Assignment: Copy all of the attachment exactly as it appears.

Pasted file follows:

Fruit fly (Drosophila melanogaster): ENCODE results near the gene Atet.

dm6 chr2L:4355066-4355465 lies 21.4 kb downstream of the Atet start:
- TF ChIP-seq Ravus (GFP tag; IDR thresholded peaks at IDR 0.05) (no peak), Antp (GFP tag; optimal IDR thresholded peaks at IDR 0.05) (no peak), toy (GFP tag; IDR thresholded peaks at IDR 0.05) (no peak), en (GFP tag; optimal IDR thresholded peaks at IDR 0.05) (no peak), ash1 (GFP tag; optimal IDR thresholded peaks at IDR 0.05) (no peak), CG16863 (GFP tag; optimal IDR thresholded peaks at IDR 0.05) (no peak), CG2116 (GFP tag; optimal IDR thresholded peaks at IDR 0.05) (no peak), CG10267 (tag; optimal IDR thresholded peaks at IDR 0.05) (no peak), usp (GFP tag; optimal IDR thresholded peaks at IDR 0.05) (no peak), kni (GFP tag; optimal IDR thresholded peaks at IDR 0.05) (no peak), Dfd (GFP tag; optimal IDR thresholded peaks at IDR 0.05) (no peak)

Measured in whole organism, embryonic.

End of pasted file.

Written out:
Fruit fly (Drosophila melanogaster): ENCODE results near the gene Atet.

dm6 chr2L:4355066-4355465 lies 21.4 kb downstream of the Atet start:
- TF ChIP-seq Ravus (GFP tag; IDR thresholded peaks at IDR 0.05) (no peak), Antp (GFP tag; optimal IDR thresholded peaks at IDR 0.05) (no peak), toy (GFP tag; IDR thresholded peaks at IDR 0.05) (no peak), en (GFP tag; optimal IDR thresholded peaks at IDR 0.05) (no peak), ash1 (GFP tag; optimal IDR thresholded peaks at IDR 0.05) (no peak), CG16863 (GFP tag; optimal IDR thresholded peaks at IDR 0.05) (no peak), CG2116 (GFP tag; optimal IDR thresholded peaks at IDR 0.05) (no peak), CG10267 (tag; optimal IDR thresholded peaks at IDR 0.05) (no peak), usp (GFP tag; optimal IDR thresholded peaks at IDR 0.05) (no peak), kni (GFP tag; optimal IDR thresholded peaks at IDR 0.05) (no peak), Dfd (GFP tag; optimal IDR thresholded peaks at IDR 0.05) (no peak)

Measured in whole organism, embryonic.